Fundamentally, SSR should, in my opinion, be about state generation. It's easy enough to optimize apps to prerender some HTML on the server these days, the tricky part comes when you're figuring out what to load and when (you need to load user-specific information in the browser, product-specific information on the server at runtime with caching, layouts at build-time, etc.). To make sense of that for users, I think framework developers (myself 100% included) have to make what the 'black box' framework is doing more transparent. When people think the data they fetch on the server-side is shared magically with the browser, misunderstandings pop out far too easily. If we can make it clear that the data are serialized, stored as JSON, passed over the network in some way, deserialized, processed, interpolated, made reactive, etc., and if we can communicate that in a beginner-friendly way (still working on that one...), then I think we can start to fix this issue.

The reason a lot of frameworks have these kinds of problems as a footnote is I think because the developers don't see them as a problem. When you've built a system for moving state around, and you understand it, things are clear to you. Then, suddenly someone starts asking about why they can't use a server-side function in a different place, and it's obvious to you because you know how state flows through the app, but not to them, because the documentation treats the framework's internals as something you shouldn't have to worry about. I think that's the information we need to get across to users if we want to solve this problem long-term without making significant infrastructural changes to the existing framework landscape (and, if we were to make such changes, I think, as the comments on this post prove, the best approach is far from universally agreed).

As a side note going to @joepuzzo's point, I think making the internals of frameworks more transparent in documentation would go a long way to fostering a more productive environment in framework development. When we can all learn from each other, and figure out why one framework is faster than another, regardless of our skill level in a particular language, we can hopefully bring one framework's advantages to another framework. The open-source community should be about cooperation, not competition.

@mjvmroz
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mjvmroz commented Apr 20, 2022

Cool looking framework @arctic-hen7, I'll definitely look more closely at that later. I agree with a lot of that, and I'd certainly appreciate framework authors working to make their model easily understandable.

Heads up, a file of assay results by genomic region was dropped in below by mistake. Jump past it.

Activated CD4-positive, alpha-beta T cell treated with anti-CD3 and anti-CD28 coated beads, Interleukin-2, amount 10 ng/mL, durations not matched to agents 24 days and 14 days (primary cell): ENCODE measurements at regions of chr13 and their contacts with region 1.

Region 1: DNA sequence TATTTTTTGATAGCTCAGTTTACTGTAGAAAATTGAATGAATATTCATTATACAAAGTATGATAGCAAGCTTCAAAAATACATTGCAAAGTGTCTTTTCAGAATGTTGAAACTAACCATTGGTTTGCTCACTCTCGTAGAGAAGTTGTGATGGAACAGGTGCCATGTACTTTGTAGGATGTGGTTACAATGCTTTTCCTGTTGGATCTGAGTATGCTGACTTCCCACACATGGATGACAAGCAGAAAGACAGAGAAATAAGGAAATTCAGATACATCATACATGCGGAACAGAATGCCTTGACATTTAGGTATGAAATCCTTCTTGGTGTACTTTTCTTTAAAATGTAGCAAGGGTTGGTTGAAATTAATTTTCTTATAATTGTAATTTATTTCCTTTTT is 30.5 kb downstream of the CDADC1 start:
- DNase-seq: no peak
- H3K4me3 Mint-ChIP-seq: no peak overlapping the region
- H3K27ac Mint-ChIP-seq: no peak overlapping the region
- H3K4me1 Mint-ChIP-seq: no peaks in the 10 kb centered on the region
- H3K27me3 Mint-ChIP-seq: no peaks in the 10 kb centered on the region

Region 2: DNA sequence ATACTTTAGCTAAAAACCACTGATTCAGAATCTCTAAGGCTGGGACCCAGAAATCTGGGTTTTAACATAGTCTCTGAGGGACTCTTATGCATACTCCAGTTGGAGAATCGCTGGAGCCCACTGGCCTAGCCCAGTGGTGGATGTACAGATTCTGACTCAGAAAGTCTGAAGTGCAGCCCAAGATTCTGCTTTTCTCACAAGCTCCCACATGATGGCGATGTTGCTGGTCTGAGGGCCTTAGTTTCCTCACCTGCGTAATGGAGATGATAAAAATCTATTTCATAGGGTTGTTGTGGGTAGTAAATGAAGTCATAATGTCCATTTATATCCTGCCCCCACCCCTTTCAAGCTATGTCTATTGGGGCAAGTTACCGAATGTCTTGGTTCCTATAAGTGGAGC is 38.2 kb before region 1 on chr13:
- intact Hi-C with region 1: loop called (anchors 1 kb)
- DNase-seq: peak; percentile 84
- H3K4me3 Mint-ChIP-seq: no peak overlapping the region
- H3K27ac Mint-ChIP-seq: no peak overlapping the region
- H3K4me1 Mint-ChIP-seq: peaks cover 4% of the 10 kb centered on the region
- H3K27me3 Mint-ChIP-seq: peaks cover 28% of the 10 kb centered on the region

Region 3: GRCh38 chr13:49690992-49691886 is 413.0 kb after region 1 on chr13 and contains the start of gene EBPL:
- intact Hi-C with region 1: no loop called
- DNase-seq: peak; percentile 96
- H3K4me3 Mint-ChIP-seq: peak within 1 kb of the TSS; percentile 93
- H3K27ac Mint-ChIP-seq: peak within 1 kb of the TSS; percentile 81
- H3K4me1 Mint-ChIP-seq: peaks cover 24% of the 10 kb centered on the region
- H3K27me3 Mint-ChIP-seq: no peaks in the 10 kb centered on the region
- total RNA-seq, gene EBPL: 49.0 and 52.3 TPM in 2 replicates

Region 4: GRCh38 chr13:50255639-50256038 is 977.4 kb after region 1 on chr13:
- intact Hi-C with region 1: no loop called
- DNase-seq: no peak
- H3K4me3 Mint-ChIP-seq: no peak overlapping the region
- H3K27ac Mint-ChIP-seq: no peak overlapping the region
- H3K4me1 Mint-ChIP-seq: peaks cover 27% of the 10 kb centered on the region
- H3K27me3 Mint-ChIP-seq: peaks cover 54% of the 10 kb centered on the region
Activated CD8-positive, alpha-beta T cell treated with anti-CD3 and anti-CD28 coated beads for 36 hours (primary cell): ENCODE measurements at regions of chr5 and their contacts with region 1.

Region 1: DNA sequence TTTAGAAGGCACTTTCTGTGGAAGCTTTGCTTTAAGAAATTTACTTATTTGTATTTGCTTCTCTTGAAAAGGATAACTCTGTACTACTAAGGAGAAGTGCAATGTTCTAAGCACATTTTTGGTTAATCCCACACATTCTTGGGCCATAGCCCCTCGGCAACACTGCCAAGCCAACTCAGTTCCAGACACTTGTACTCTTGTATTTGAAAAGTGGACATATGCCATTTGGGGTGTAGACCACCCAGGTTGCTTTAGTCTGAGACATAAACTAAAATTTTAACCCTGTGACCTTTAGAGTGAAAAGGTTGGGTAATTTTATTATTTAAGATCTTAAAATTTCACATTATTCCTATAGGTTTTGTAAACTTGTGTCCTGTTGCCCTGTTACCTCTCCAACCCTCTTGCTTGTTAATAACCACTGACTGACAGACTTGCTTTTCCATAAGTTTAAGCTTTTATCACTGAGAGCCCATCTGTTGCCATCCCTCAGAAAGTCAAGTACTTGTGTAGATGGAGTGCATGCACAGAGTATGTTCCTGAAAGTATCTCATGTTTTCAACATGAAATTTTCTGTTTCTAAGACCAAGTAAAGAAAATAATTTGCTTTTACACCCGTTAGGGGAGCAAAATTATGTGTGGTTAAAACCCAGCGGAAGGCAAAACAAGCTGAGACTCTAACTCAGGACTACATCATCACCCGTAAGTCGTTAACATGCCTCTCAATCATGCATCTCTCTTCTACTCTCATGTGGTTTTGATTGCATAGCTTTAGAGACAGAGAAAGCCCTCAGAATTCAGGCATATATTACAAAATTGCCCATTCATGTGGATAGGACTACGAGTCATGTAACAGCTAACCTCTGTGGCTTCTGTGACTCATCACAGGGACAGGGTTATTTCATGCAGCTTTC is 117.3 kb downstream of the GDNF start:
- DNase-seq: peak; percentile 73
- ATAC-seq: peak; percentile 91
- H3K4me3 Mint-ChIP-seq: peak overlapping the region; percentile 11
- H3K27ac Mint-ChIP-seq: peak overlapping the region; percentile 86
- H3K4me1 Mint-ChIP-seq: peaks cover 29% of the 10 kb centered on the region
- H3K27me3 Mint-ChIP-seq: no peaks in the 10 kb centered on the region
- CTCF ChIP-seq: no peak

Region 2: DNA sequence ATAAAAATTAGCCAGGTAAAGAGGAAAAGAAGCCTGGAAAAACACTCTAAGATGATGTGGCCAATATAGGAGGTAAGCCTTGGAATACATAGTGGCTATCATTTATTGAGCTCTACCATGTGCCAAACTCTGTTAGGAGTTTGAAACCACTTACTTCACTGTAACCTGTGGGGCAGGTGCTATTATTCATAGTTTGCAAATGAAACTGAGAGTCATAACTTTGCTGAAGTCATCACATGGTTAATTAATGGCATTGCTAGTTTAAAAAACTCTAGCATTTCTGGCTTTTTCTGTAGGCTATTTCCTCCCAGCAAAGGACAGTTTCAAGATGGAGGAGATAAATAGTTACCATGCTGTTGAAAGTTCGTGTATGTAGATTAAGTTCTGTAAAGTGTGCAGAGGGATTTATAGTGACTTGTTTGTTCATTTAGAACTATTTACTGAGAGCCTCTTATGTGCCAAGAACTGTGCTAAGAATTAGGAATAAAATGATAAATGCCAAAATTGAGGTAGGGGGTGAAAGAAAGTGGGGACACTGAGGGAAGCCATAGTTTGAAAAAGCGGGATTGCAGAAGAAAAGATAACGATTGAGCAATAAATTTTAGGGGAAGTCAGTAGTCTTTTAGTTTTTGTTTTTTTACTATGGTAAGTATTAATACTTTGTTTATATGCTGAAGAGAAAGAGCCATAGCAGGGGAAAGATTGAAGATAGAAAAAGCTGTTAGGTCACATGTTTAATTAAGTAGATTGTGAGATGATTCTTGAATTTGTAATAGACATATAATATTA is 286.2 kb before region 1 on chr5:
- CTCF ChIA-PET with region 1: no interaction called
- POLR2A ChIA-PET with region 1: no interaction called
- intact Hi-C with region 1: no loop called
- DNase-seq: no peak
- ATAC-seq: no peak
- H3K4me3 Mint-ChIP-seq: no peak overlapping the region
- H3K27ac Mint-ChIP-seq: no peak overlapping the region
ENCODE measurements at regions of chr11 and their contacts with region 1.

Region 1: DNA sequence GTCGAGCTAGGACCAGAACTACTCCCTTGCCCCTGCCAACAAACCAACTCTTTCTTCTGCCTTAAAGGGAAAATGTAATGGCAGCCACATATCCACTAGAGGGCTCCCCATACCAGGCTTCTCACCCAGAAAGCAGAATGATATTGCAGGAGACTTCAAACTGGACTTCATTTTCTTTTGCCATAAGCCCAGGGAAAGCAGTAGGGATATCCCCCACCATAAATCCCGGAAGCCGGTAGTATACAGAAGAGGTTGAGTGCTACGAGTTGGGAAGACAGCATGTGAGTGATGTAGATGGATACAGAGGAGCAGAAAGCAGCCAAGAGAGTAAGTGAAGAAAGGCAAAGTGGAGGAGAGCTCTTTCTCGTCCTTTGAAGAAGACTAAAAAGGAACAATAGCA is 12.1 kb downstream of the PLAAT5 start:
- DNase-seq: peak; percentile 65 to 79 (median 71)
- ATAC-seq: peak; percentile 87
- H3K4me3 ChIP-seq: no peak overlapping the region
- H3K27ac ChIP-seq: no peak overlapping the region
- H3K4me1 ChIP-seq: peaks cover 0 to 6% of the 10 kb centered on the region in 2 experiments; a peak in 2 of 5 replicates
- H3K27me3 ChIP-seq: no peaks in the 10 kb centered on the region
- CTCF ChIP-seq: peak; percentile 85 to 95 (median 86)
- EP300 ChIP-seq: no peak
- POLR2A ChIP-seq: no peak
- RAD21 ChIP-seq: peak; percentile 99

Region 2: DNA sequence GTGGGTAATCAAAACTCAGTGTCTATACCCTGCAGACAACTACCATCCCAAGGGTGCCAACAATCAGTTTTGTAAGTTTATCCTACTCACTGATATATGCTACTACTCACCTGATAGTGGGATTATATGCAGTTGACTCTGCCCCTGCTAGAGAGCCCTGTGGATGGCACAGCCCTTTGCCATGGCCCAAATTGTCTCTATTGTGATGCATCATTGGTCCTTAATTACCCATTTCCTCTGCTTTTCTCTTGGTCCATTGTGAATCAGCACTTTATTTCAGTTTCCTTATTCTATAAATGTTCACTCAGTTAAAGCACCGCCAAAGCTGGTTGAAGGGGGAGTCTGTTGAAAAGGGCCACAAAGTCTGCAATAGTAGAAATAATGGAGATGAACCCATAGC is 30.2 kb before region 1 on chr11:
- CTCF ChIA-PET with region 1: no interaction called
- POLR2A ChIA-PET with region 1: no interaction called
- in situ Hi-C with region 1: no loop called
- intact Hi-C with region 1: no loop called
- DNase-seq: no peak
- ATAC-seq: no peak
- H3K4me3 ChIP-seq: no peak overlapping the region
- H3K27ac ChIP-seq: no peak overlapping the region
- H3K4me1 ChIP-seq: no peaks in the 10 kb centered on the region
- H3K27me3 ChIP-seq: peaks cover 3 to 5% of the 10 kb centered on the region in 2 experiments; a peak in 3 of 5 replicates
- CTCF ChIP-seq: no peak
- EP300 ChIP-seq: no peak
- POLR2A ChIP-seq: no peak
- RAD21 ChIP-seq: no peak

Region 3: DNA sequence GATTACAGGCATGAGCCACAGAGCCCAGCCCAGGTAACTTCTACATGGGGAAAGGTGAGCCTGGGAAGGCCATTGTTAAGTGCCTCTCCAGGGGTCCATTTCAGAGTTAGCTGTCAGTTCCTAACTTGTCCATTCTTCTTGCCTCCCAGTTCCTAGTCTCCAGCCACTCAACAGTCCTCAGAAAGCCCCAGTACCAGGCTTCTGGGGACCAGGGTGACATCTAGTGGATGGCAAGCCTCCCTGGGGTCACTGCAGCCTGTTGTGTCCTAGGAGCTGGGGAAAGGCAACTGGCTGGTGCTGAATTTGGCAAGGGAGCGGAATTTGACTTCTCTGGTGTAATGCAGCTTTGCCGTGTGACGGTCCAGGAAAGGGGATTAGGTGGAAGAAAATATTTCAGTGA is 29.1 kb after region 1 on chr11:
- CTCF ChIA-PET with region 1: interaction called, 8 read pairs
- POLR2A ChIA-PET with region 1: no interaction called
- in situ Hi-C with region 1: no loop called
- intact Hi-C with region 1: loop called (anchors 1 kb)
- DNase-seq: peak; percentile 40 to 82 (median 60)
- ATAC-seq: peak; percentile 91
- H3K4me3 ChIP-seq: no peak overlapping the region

What I'd personally really like though is the ability to have this kind of thing guaranteed, and in a language like Scala or Haskell that'd be pretty standard. Have you considered representing runtime requirements on the typesystem, allowing users to effectively tag functions as only supporting one, the other, or both with different implementations? Curious to hear your thoughts as someone living and breathing this problem space.

@arctic-hen7
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arctic-hen7 commented Apr 20, 2022

Thanks @mirichan! In Rust, you can very easily gate a function for a compile target with #[cfg(target_arch = "wasm32")], for example. That's used quite extensively in Perseus' internals, but I think it would be good to bring it more to the fore in user-written code -- making those runtime requirements coded into the type system more regularly is something I really want to work on over the coming releases.

As an example, I just changed some code in Perseus' internals so that a particular part of the app setup system that registers the equivalent to index.html only runs a necessary regex replacement on the server-side, which means I don't have to bring the regex crate into the Wasm bundle. That's very clearly notated in the code, and the errors produced from misuse then make reasonable sense.

@shuding
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shuding commented Apr 20, 2022

Out of curiosity, is anything planned to improve UX when a user accidentally calls server/client specific code from a shared function?

@Widdershin Yep (Next.js team here)! First of all, many of the server/client specific code will fail if calling from a wrong environment, these can be found early during development. And generally, a shared component should try to behave the same in server/client as much as possible and not introduce such a branching.

But still, you can 1) use the typeof window === 'undefined' condition to distinguish the actual code runtime and add browser specific code. This covers most of the cases. And 2), we’re thinking about adding a global constant or environment variable like globalThis.NEXT_SERVER_COMPONENT for any shared component to tell if it’s being treated as a server or client component.

@morsmodr
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morsmodr commented Apr 20, 2022

As a side note going to @joepuzzo's point, I think making the internals of frameworks more transparent in documentation would go a long way to fostering a more productive environment in framework development. When we can all learn from each other, and figure out why one framework is faster than another, regardless of our skill level in a particular language, we can hopefully bring one framework's advantages to another framework. The open-source community should be about cooperation, not competition.